The American Kafir

2011/01/31

Egypt’s Government To Negotiate with Opposition

Filed under: Egypt, Muslim Brotherhood, National Security, Radical Islam, Shari'a Law — Tags: — - @ 6:53 pm
Created Jan 31 2011 – 14:32

Egypt's Government to Negotiate with Opposition
KHALED DESOUKI/AFP/Getty Images
Egyptian secular opposition figure Mohamed ElBaradei addresses demonstrators in Tahrir Square, Cairo, on Jan. 30
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Egyptian Vice President Omar Suleiman said Jan. 31 that President Hosni Mubarak had ordered him to hold talks with “all political powers” in Egypt. Suleiman also said new elections would be held in districts in which constitutional appeal courts found “violations” had taken place during the November 2010 parliamentary elections.

This would mark the first time Mubarak’s government has offered to negotiate with the opposition and is thus a significant development in the ongoing crisis. These talks likely are only happening at the strong insistence of the Egyptian military, which is increasingly in charge of the political affairs of the country. The Mubarak regime has made a few attempts to placate protesters, most notably by reshuffling the Cabinet. However, in the military’s view, these sorts of gestures will not be enough to facilitate an orderly transition of power, and the military has thus pushed the government to speak with those who claim to speak for the demonstrators.

This is more problematic than it seems, however, because the protesters have as yet been unable to coalesce under one opposition group. Egypt’s Muslim Brotherhood (MB) is the single-largest opposition group, but there is no one group or person that appears to be the vanguard of the unrest. The only person that comes close to that role is Mohamed ElBaradei, the former U.N. International Atomic Energy Agency head turned secular democratic opposition leader. While ElBaradei lacks significant grassroots influence, many both inside and out of the country see him as the informal face of the opposition. Though the MB has rejected the formation of the new Cabinet, it appears to have agreed to ElBaradei being the point person to negotiate on behalf of the opposition, though there is discord within the MB on that as well.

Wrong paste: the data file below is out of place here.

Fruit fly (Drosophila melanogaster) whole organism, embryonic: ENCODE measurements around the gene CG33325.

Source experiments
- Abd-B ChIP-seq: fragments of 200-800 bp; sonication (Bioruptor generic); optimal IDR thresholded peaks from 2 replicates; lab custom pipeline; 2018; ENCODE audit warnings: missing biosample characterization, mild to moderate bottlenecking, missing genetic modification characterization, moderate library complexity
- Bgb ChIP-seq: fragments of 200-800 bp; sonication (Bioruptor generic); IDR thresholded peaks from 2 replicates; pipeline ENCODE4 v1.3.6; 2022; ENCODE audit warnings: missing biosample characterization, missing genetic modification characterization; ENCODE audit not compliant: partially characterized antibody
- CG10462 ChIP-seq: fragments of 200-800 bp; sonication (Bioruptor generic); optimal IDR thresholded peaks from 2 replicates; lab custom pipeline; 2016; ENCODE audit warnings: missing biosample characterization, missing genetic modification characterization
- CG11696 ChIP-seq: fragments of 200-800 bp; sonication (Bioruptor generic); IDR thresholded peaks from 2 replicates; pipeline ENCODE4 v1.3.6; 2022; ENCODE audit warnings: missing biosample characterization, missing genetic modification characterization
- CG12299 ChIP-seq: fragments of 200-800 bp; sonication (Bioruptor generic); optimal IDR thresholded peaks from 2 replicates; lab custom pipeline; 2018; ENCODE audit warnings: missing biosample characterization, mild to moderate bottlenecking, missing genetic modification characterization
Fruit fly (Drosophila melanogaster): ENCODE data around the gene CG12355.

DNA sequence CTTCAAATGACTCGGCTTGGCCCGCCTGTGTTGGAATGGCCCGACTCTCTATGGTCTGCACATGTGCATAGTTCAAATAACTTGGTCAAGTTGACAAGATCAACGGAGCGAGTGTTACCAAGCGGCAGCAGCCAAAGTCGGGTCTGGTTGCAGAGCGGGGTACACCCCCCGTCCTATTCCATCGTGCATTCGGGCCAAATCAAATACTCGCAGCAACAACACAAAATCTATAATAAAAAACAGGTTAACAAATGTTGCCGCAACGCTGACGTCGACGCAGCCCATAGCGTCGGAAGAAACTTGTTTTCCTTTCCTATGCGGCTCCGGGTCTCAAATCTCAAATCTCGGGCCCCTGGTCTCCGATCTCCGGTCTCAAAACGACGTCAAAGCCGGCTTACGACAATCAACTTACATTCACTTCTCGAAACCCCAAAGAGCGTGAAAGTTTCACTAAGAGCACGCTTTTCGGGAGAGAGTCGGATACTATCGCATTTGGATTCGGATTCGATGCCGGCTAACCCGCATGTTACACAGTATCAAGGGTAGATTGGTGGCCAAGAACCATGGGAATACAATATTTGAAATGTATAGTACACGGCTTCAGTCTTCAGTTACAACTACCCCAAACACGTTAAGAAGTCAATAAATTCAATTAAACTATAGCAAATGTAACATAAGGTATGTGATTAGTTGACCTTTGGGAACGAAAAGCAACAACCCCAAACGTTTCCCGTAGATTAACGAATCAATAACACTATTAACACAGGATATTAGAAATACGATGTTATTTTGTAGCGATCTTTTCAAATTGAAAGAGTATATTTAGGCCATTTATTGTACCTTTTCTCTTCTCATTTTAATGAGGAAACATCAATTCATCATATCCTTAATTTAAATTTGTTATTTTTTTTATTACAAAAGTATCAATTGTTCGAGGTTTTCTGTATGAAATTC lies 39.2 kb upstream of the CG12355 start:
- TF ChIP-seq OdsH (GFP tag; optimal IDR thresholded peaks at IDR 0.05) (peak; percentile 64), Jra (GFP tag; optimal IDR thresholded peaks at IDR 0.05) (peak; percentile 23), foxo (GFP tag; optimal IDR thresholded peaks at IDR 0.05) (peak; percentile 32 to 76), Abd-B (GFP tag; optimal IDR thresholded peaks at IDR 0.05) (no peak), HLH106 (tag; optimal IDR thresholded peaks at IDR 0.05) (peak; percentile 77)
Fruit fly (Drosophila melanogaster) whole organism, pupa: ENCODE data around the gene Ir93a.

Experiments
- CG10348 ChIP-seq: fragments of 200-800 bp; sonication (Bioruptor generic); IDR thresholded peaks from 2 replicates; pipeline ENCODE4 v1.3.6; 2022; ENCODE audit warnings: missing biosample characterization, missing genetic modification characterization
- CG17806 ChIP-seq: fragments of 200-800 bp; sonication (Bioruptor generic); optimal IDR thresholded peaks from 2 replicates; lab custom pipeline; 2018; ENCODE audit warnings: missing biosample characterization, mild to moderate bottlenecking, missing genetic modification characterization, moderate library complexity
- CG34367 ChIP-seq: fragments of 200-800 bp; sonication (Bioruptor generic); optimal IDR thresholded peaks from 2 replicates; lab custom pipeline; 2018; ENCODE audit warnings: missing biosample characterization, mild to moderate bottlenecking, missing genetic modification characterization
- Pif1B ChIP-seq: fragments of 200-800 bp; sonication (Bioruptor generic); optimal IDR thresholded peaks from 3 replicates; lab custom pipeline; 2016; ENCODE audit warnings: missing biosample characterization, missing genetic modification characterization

It is still unclear why Mubarak has offered talks in the first place. It is important to note that the opposition, in addition to demanding Mubarak’s resignation and the creation of a neutral interim government before commencing talks, has said it wants to negotiate directly with the Egyptian military. In offering talks, Mubarak could be attempting to prevent this. Indeed, if the offer for talks is sincere, Suleiman’s negotiating experience makes him an obvious choice to represent the regime, having served as a key mediator between Hamas and Fatah and between those two groups and Israel.

However, a second possibility is that Mubarak is attempting to divide and discredit the already-disunited opposition. The pragmatists in the opposition may seek to capitalize on the offer while others, insistent on a neutral caretaker government, refuse, demanding talks with the military. This opens the opposition up to charges that it refused an offer for negotiations, making it appear to be an obstacle in the process.

Regardless of motive, the government’s move to reach out to the opposition may temporarily calm things down. But without a unified opposition, chances are good that no resolution is forthcoming — which could further anger the protesters and lead to more chaos.


Source URL: http://www.stratfor.com/analysis/20110131-egypts-government-negotiate-opposition

Links:
[1] http://www.stratfor.com/theme/egypt-unrest
[2] http://www.stratfor.com/analysis/20110131-update-egyptian-crisis
[3] http://www.stratfor.com/analysis/20110128-mubarak-dismisses-egypts-government

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